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Effect of Fluoroquinolone on the Enhanced Nitric Oxide-Induced Peripheral Vasodilation Seen in Cirrhosis

Jaye P.F. Chin-Dusting, PhD; Brindi Rasaratnam, MBBS; Garry L.R. Jennings, MD, FRACP; and Francis J. Dudley, FRACP
[+] Article and Author Information

From Baker Medical Research Institute and Alfred Hospital, Prahran, Australia. Acknowledgments: The authors thank Leonie Johnston for nursing care and Pam Arnold for technical expertise. Grant Support: By a grant from the Alfred Healthcare Trusts and a Baker Medical Research Institute grant from the Australian National Health and Medical Research Council. Requests for Reprints: Jaye P.F. Chin-Dusting, PhD, Alfred and Baker Medical Unit, Baker Medical Research Institute, Commercial Road, Prahran 3181, Victoria, Australia. Current Author Addresses: Drs. Chin-Dusting and Jennings: Alfred and Baker Medical Unit, Baker Medical Research Institute, Commercial Road, Prahran 3181, Victoria, Australia.


Copyright ©2004 by the American College of Physicians


Ann Intern Med. 1997;127(11):985-988. doi:10.7326/0003-4819-127-11-199712010-00007
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Background: In patients with cirrhosis, portosystemic shunts allow intestinal bacteria and endotoxin to enter the systemic circulation. Endotoxemia may induce increased synthesis of nitric oxide, thereby contributing to arterial vasodilation.

Objective: To test the hypothesis that the antibiotic norfloxacin blocks the effects of nitric oxide.

Design: Placebo-controlled, double-blind, crossover study.

Setting: Alfred Hospital, Melbourne, Australia.

Patients: 9 patients with alcohol-related cirrhosis and 10 healthy controls.

Intervention: Norfloxacin, 400 mg twice daily, for 4 weeks.

Measurements: Peripheral blood flow was measured by using forearm venous occlusion plethysmography.

Results: Basal forearm blood flow was higher in patients with cirrhosis than in controls (3.69 ± 0.27 mL/100mL per minute and 2.47 ± 0.40 mL/100mL per minute; P = 0.014) but returned toward normal after norfloxacin was given (2.64 ± 0.31 mL/100 mL of tissue per minute in patients with cirrhosis). Responses to NG -monomethyl-L-arginine were greater in patients with cirrhosis but returned to normal after norfloxacin was given.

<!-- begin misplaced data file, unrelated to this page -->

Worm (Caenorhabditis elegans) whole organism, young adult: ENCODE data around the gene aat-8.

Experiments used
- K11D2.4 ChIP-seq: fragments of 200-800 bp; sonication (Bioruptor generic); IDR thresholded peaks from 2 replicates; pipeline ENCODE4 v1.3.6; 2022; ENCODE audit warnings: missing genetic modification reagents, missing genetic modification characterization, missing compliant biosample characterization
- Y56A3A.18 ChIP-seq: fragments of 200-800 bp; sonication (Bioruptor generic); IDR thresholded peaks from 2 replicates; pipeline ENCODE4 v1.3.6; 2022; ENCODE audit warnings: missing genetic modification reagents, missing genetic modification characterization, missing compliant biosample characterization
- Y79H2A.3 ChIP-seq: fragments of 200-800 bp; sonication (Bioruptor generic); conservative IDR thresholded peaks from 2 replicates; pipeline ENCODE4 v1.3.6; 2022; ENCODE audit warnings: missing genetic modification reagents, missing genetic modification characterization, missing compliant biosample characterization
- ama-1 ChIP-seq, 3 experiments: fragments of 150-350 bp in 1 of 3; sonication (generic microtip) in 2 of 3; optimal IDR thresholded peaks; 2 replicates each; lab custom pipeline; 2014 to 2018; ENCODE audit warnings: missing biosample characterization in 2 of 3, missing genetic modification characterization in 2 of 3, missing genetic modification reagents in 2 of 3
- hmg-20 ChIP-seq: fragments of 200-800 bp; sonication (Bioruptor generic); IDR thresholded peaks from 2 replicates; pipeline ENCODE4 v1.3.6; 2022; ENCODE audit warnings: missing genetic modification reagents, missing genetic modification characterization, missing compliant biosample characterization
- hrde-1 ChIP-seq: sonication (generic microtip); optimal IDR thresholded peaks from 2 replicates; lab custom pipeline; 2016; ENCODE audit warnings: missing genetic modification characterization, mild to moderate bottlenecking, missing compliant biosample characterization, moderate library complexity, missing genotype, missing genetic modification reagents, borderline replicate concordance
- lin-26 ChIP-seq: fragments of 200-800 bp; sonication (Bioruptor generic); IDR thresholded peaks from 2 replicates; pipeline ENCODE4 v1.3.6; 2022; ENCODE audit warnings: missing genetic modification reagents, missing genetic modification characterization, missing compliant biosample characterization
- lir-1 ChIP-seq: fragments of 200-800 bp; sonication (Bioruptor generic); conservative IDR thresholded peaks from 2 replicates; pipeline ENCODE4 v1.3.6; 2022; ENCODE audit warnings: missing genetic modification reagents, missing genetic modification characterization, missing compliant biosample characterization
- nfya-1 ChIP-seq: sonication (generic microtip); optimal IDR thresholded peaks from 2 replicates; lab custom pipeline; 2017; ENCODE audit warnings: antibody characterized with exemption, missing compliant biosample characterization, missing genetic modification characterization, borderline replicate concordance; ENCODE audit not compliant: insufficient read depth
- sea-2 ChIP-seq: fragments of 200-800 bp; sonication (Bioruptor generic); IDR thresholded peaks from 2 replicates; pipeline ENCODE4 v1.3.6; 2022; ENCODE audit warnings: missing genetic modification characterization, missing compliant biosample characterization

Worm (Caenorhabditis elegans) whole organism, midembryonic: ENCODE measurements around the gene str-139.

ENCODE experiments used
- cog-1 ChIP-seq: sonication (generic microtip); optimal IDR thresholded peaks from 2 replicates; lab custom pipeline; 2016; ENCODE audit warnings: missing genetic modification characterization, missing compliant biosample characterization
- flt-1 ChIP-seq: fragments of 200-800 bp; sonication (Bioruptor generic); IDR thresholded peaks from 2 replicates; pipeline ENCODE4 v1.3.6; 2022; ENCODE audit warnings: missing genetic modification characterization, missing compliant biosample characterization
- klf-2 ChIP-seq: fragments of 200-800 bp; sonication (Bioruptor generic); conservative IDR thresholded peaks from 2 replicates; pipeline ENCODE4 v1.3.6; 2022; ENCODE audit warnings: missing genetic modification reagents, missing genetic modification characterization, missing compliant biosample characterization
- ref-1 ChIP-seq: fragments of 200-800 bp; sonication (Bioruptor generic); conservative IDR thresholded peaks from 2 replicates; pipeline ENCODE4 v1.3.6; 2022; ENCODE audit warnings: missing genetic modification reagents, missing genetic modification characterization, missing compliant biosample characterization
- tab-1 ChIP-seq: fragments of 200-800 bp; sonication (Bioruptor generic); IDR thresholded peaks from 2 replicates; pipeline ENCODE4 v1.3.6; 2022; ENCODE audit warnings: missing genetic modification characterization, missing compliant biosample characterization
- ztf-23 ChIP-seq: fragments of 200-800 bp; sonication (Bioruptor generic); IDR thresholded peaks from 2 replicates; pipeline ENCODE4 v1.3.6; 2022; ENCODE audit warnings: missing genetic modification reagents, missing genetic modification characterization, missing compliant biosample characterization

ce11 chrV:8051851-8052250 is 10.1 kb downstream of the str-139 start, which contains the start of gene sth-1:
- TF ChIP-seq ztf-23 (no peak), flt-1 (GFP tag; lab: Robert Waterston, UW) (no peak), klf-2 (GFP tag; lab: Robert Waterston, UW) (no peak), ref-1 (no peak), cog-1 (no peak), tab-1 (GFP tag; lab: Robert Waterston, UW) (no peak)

Conclusion: Bacterial endotoxemia in patients with cirrhosis induces increased synthesis of nitric oxide that can be corrected with norfloxacin.

Figures

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Figure 1.
Effect of NG -monomethyl-L-arginine. Top.GBottom.GPP

Response of forearm blood flow to N -monomethyl-L-arginine in controls (circles), cirrhotic patients who received placebo (squares), and cirrhotic patients who received norfloxacin (triangles). The constricting effect of N ( ) -monomethyl-L-arginine, expressed as a percentage of basal forearm vascular resistance in controls (circles), cirrhotic patients who received placebo (squares), and cirrhotic patients who received norfloxacin (triangles). * < 0.05 for cirrhotic patients who received placebo compared with controls. † < 0.05 for cirrhotic patients who received norfloxacin compared with cirrhotic patients who received placebo. Error bars represent SEs.

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Grahic Jump Location
Figure 2.
Effect of acetylcholine. Top.Bottom.P

Responses of forearm blood flow to acetylcholine in controls (circles), cirrhotic patients who received placebo (squares), and cirrhotic patients who received norfloxacin (triangles). The dilatory effect of acetylcholine, expressed as a percentage of basal forearm vascular resistance in controls (circles), cirrhotic patients who received placebo (squares), and cirrhotic patients who received norfloxacin (triangles). * < 0.05 for cirrhotic patients who received placebo compared with controls.

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